JavaScript Comments

Comments are used to describe and explain javascript code and make it more readable. Comments are not executed unlike the code. The javascript interpreter, when it encounters any comments,  ignores the comments and continues execution till the end of file.

Single Line Comments

Single line comments start with  two forward slashes //
Any text or code from // to the end of the line, will be ignored by JavaScript interpreter and will not be executed.

Below example uses a single line comment on each line, to explain the code in the next line:

// Assign a value of 20
x = 20;	
// Now multiply x with 100 and save the result into x
x *= 100;

Below example uses a single line comment at the end of each line, to explain the code:

x = 20;	  // Assign a value of 20	
x *= 100; // Now multiply x with 100 and save the result into x

Multi-line Comments

Multiple-line comments start with /* and end with */. Any code, text  or even comments between /* and */ will be ignored by JavaScript. Below example uses a multi-line comment (a comment block) to explain the code:

/*
My algorithm is described below:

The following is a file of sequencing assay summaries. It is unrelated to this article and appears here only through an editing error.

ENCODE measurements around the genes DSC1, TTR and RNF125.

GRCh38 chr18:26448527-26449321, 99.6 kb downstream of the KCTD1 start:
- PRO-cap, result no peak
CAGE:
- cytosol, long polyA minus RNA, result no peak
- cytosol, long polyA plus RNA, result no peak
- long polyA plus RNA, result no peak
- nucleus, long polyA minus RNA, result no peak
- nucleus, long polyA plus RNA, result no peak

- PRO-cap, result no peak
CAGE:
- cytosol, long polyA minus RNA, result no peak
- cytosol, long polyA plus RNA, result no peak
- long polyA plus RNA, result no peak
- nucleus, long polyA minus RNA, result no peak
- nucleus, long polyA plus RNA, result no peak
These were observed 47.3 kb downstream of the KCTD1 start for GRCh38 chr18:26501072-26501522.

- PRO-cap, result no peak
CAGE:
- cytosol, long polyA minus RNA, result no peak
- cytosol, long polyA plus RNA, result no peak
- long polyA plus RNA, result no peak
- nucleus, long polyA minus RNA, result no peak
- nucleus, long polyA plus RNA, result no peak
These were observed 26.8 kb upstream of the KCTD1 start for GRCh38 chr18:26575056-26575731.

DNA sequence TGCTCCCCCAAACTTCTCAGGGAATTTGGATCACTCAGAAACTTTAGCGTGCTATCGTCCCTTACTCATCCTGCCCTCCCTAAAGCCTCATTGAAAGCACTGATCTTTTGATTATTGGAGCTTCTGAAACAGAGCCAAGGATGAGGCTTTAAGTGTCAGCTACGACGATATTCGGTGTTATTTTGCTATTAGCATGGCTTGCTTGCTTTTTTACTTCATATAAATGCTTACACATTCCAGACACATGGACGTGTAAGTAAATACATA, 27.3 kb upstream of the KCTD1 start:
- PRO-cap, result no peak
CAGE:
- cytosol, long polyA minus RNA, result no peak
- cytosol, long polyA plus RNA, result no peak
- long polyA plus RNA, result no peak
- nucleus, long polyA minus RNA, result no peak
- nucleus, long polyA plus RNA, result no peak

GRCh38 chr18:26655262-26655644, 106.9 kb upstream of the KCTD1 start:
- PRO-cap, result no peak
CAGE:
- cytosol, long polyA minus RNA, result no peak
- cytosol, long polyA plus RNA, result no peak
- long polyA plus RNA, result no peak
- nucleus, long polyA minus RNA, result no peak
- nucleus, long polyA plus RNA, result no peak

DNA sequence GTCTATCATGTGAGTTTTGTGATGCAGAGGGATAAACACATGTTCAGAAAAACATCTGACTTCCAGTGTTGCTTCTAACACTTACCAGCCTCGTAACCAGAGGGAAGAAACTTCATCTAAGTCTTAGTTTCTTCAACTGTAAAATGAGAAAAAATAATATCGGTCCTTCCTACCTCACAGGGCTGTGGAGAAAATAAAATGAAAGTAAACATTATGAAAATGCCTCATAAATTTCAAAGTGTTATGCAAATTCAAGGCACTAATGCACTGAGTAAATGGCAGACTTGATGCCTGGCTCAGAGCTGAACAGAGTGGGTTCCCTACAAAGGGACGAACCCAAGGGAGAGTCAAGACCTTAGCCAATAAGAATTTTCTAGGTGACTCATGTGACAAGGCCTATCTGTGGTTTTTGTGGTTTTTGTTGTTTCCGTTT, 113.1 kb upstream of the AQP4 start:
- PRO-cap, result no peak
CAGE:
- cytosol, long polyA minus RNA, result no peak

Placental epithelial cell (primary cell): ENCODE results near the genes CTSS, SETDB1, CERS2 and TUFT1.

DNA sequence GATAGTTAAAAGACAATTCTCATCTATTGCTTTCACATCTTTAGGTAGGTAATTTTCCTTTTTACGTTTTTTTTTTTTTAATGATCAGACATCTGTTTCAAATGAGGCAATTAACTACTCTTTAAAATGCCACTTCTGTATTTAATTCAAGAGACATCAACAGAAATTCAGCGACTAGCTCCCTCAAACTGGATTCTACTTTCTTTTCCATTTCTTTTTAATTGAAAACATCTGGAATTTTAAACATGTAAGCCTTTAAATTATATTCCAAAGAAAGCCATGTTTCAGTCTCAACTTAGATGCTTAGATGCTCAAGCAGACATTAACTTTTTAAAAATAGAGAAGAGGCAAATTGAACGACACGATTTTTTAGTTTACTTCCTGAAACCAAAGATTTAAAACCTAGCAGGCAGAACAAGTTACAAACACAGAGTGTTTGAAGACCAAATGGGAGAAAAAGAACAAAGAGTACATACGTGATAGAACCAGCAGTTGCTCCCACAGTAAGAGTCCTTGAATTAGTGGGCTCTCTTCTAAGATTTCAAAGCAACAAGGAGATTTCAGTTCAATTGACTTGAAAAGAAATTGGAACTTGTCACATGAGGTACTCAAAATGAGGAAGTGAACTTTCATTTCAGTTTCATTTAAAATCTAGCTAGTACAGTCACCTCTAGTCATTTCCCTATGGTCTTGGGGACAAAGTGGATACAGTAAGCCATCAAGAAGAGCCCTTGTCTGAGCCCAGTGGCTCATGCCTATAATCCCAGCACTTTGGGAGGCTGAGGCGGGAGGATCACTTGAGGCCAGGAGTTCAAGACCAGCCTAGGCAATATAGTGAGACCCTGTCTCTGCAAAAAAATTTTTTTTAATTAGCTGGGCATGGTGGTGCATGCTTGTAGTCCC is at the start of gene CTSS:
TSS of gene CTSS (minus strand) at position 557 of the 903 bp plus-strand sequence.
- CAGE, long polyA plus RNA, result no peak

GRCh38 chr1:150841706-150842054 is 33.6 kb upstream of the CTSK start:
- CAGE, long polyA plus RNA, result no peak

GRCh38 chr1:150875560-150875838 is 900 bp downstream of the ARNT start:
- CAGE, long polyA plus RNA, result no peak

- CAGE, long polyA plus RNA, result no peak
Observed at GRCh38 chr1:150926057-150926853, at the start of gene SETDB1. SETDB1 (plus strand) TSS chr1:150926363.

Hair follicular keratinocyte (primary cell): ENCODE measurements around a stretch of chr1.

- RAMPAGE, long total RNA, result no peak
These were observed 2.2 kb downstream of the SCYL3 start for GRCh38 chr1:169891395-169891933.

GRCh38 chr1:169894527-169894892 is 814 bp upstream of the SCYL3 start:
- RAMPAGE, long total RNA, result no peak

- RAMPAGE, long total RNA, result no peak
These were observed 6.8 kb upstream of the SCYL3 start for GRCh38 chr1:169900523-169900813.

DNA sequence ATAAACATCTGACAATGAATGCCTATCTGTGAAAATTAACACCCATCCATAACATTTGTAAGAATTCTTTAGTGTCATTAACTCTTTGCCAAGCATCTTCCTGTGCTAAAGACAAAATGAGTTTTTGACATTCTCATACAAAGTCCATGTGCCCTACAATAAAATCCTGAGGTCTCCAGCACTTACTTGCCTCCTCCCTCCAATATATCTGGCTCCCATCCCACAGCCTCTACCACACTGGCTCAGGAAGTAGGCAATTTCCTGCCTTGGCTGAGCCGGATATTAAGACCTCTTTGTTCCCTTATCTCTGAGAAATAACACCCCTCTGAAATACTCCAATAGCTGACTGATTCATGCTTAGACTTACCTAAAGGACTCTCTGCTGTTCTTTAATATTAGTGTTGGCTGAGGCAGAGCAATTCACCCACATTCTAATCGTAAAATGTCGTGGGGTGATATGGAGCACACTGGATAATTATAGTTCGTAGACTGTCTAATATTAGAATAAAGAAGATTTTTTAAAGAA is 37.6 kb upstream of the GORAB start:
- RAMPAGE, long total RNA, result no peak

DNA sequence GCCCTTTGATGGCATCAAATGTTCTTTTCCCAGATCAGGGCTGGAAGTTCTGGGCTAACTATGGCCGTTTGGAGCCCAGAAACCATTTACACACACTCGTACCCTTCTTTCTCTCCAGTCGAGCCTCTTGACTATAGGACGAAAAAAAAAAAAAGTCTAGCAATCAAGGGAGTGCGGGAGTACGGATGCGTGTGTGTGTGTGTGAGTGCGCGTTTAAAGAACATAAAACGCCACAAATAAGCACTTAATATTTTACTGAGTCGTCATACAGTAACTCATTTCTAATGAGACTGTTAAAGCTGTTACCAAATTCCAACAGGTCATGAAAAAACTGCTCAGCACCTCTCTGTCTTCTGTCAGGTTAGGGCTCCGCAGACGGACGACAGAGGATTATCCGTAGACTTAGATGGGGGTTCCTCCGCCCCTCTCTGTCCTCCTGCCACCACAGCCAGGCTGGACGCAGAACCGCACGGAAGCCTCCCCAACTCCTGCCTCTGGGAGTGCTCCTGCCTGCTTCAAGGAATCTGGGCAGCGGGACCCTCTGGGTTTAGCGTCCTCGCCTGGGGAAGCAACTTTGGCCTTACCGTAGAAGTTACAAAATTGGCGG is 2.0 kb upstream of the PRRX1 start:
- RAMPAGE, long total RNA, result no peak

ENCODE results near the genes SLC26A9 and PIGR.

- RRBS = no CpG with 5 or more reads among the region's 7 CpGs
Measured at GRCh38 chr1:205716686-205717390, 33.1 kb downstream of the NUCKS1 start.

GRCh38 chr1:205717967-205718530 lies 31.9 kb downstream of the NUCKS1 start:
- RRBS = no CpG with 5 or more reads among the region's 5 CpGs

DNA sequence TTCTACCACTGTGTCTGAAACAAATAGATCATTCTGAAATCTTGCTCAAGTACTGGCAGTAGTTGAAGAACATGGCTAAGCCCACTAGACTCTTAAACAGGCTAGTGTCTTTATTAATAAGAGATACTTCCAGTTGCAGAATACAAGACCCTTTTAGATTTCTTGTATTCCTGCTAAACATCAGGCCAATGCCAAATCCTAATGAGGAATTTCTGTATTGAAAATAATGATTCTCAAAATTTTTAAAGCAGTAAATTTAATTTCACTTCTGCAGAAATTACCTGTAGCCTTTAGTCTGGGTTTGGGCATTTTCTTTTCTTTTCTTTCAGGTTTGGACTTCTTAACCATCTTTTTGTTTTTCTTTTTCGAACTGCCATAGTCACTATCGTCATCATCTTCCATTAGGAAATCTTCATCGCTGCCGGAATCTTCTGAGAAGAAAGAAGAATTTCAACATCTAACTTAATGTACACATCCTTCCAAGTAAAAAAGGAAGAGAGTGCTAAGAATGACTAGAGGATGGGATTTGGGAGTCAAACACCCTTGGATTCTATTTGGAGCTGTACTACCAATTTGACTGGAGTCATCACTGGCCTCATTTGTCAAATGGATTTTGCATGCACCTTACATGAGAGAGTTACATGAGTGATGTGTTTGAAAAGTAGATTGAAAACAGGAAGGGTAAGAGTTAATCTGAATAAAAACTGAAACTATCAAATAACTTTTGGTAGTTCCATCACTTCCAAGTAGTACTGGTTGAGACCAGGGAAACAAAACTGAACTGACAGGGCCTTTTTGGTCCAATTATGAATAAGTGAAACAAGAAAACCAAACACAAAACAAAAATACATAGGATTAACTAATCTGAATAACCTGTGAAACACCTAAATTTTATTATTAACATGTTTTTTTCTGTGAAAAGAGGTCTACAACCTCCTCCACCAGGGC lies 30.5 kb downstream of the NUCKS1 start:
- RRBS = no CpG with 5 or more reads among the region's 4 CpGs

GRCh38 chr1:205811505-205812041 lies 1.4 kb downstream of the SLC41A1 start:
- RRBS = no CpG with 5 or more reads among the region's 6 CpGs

Assign a value of 20 to x. Then
multiply x with 100 and save the result into x */
x = 20;	  	
x *= 100;

Comments inside comments

Comments can have code, text or even other comments. For example the below snippet has a single line comment inside a multiline comment.

/*
My algorithm is described below:
Assign a value of 25 to x. Then
multiply x with 100 and save the result into x 
//x = 20;
*/
x = 25;	
x *= 100;

Comments to Prevent code Execution

Sometimes, as a programmer you may need to comment out some of your code either temporarily or permanently so that you achieve different results.

//x = 20;	 
x = 25; 	
x *= 100;

In the above example, the first line of code which was working fine before, was commented out to have different initial value for x.

Commenting a block using IDE’s keyboard shortcuts

Many modern editors from IDEs such as Eclipse, Visual Studio 2015 provide a simple way to comment/uncomment a block of code using keyboard shortcuts. For example in Visual studio, you can highlight a block of lines and press Ctrl+k+c to comment the entire block.  The reverse is also possible by a different shortcut. In visual studio, you can highlight a block which is already commented out and press Control key (Ctrl)+k+u to uncomment in one shot.

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